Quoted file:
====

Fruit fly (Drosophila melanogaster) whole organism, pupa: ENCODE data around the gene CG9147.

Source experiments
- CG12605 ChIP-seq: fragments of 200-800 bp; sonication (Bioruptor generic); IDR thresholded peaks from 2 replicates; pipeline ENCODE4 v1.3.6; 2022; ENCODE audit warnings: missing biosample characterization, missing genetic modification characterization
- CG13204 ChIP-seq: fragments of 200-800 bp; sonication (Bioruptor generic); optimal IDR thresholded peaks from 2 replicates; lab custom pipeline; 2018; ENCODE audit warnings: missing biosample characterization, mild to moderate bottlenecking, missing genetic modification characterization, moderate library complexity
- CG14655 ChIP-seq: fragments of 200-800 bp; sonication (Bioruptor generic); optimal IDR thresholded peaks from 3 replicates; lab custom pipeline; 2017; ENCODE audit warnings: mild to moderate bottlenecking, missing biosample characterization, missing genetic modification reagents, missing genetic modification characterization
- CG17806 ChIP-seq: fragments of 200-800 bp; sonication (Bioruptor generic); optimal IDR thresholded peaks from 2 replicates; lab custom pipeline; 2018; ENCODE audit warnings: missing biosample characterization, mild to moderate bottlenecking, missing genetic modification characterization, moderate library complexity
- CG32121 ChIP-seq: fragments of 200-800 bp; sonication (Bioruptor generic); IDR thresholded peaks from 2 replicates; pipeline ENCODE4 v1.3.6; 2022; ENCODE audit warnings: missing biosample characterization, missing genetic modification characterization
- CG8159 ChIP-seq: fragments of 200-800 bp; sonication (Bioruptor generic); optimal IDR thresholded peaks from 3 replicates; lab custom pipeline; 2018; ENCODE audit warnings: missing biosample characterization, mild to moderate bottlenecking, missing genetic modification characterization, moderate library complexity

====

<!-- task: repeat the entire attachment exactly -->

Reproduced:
Fruit fly (Drosophila melanogaster) whole organism, pupa: ENCODE data around the gene CG9147.

Source experiments
- CG12605 ChIP-seq: fragments of 200-800 bp; sonication (Bioruptor generic); IDR thresholded peaks from 2 replicates; pipeline ENCODE4 v1.3.6; 2022; ENCODE audit warnings: missing biosample characterization, missing genetic modification characterization
- CG13204 ChIP-seq: fragments of 200-800 bp; sonication (Bioruptor generic); optimal IDR thresholded peaks from 2 replicates; lab custom pipeline; 2018; ENCODE audit warnings: missing biosample characterization, mild to moderate bottlenecking, missing genetic modification characterization, moderate library complexity
- CG14655 ChIP-seq: fragments of 200-800 bp; sonication (Bioruptor generic); optimal IDR thresholded peaks from 3 replicates; lab custom pipeline; 2017; ENCODE audit warnings: mild to moderate bottlenecking, missing biosample characterization, missing genetic modification reagents, missing genetic modification characterization
- CG17806 ChIP-seq: fragments of 200-800 bp; sonication (Bioruptor generic); optimal IDR thresholded peaks from 2 replicates; lab custom pipeline; 2018; ENCODE audit warnings: missing biosample characterization, mild to moderate bottlenecking, missing genetic modification characterization, moderate library complexity
- CG32121 ChIP-seq: fragments of 200-800 bp; sonication (Bioruptor generic); IDR thresholded peaks from 2 replicates; pipeline ENCODE4 v1.3.6; 2022; ENCODE audit warnings: missing biosample characterization, missing genetic modification characterization
- CG8159 ChIP-seq: fragments of 200-800 bp; sonication (Bioruptor generic); optimal IDR thresholded peaks from 3 replicates; lab custom pipeline; 2018; ENCODE audit warnings: missing biosample characterization, mild to moderate bottlenecking, missing genetic modification characterization, moderate library complexity